Homelessness down across Montana, but Missoula still struggles with problem

homeless
A Missoula man, who wouldn’t give his name but consented to his picture being taken, looks for money recently on the downtown streets. (Martin Kidston/Missoula Current)

By Martin Kidston

The number of homeless individuals living in Montana fell nearly 21 percent this year over last, while the number of homeless veterans decreased 37 percent, according to a new report released by the Department of Housing and Urban Development.

Housing experts in Missoula believe the statewide figures, driven in part by new initiatives within the Department of Veterans Affairs, may also be reflected in Missoula, though the city continues to struggle with the highest homeless rate in the state.

“The numbers reflected what I thought I would see,” said Eran Pehan, director of the city’s newly formed office of Housing and Community Development. “We’re seeing huge gains in addressing veteran homelessness.”

Fowler attributed the gains in veteran homelessness to several VA initiatives, including Support Services for Veteran Families and the VA Supportive Housing program, which is carried out in collaboration with HUD.

The programs provide vouchers that enable vets to bypass shelters for stable housing. Coupled with rental assistance, it gives veterans more time and stability to find permanent employment.

“It’s an upfront investment, and while it requires more funds initially, we’re seeing a greater return on the back end,” Pehan said. “Those of us serving those outside the veteran population, we’re paying attention to those efforts and how we can mirror them in other areas.”

Compiled from a “point in time” survey conducted in January, the latest figures identified 1,418 homeless individuals across Montana, marking a 17 percent reduction from 2015 and a 12 percent reduction from 2010.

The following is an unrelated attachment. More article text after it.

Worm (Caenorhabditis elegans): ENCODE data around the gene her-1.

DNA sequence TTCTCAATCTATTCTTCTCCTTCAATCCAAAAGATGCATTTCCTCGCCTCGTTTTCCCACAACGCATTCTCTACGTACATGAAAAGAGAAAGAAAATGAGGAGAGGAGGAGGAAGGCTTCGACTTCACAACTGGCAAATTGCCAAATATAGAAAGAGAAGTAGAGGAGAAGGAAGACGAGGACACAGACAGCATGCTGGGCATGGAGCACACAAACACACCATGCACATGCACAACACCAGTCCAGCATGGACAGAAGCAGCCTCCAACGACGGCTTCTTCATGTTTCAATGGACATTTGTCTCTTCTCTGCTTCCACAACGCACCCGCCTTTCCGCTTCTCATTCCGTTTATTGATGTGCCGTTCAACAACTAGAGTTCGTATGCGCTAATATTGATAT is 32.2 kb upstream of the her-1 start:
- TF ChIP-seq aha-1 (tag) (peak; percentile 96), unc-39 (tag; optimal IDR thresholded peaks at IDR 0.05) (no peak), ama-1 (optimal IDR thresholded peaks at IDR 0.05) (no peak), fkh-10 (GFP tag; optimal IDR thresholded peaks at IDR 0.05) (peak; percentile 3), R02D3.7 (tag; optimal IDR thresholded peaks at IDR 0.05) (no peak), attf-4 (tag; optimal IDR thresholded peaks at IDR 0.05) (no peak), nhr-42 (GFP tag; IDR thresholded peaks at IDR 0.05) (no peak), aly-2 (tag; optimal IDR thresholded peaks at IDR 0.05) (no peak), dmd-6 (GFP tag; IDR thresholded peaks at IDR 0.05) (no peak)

HUD estimates Montana experienced a 20.8 percent reduction among homeless families, a 37 percent drop in veteran homelessness, and a 19 percent decline in individuals experiencing chronic homelessness from 2010.

“What we’re really focused on, as we see federal subsidies decrease year after year, is being more creative in tackling these issues through a public-private partnership,” Pehan said. “We don’t have the same level of resources the VA has infused into these programs. We have to figure out how to do them on a grassroots level.”

Amy Thompson, executive director of the Poverello Center, said that while the number of homeless veterans has statistically declined, the number of vets who access the shelter has not, nor has the number of overnight stays provided by the shelter.

Last month, Thompson said the Poverello averaged 145 overnight stays. It’s the same number as the year before. The numbers have ticked up this month due to the onset of cold weather.

“I feel veteran homelessness is definitely decreasing, but that’s not to say we’re still not full,” Thompson said. “Folks in general who are easy to house are able to access rapid rehousing, but an area we need to focus on are what we need to house our chronically homeless.”

The point in time survey found 395 homeless individuals in Missoula, followed by 302 in Billings and 236 in Great Falls. Helena, Kalispell and Butte rounded out the top six.

In Missoula, the vast majority of those counted as homeless slept in shelters and roughly 102 were listed as sheltered. In comparison, 210 of the homeless counted in Billings were unsheltered.

Experts attribute the disparity between the two cities’ unsheltered homeless figures to Missoula’s focus on resolving its homeless situation. Despite the city’s efforts, however, Thompson said housing the chronically homeless remains a local challenge.

“Those are people who have more significant mental health and substance abuse issues, or may have legal issues as well,” she said. “Those make it difficult to house them on a permanent basis without appropriate resources. Missoula needs to start having that discussion.”

Contact reporter Martin Kidston at info@missoulacurrent.com